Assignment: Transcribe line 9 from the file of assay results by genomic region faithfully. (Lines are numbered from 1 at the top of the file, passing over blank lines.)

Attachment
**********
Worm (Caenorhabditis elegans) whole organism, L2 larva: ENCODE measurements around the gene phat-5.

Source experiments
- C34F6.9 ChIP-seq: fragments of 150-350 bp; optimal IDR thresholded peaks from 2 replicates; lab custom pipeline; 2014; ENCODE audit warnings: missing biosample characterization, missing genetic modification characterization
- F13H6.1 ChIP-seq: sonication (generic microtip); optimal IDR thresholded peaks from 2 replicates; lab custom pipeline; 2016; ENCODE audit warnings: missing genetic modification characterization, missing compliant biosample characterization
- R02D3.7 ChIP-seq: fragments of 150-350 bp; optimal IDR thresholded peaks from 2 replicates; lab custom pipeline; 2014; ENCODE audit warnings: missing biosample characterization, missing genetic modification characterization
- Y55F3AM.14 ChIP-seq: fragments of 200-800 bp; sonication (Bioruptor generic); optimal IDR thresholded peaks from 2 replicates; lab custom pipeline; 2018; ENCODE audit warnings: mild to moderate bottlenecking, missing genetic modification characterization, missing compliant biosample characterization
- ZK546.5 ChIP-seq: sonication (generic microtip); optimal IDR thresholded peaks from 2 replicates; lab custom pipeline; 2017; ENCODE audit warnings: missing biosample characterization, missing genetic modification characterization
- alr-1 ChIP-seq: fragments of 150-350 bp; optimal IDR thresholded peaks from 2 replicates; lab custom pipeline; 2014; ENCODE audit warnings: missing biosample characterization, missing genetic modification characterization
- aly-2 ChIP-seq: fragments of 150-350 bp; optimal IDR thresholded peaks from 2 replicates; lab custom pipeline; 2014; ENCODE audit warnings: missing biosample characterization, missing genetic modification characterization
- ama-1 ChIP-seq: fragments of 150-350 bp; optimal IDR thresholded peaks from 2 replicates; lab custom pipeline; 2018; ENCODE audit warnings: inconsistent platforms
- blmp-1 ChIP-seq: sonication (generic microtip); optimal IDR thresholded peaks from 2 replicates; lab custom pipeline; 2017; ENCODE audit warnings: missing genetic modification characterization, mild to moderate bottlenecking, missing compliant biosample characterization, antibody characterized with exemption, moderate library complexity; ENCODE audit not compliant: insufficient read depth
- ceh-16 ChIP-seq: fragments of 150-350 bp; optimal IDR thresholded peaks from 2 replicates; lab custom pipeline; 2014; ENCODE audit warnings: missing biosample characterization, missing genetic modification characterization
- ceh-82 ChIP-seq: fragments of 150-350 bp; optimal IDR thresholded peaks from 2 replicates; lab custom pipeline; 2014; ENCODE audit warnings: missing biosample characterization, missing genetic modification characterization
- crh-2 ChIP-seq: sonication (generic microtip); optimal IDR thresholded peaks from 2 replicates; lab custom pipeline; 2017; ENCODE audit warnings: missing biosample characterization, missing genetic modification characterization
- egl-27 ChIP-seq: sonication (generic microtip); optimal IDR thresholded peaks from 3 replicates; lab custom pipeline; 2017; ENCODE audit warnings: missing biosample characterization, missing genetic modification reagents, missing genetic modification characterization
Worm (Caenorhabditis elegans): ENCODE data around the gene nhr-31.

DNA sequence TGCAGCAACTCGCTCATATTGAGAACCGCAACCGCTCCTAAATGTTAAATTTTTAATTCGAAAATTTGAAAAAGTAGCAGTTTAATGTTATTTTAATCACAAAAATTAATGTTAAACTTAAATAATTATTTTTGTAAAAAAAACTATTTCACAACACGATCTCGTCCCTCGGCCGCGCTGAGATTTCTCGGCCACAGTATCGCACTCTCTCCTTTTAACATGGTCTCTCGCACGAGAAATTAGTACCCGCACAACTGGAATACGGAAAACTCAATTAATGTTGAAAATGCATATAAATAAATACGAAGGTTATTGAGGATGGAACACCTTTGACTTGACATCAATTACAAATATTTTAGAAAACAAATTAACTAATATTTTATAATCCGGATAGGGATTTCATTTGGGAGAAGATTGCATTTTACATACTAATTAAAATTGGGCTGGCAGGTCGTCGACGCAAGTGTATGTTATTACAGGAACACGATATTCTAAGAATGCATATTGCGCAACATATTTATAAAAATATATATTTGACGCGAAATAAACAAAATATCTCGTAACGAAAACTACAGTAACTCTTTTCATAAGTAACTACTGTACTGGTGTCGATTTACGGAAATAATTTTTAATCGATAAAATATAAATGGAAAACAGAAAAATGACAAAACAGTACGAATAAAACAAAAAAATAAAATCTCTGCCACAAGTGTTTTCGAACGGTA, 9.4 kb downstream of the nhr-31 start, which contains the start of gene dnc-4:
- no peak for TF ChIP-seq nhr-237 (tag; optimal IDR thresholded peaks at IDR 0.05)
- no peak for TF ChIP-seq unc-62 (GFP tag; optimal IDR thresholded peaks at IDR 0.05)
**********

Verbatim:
- aly-2 ChIP-seq: fragments of 150-350 bp; optimal IDR thresholded peaks from 2 replicates; lab custom pipeline; 2014; ENCODE audit warnings: missing biosample characterization, missing genetic modification characterization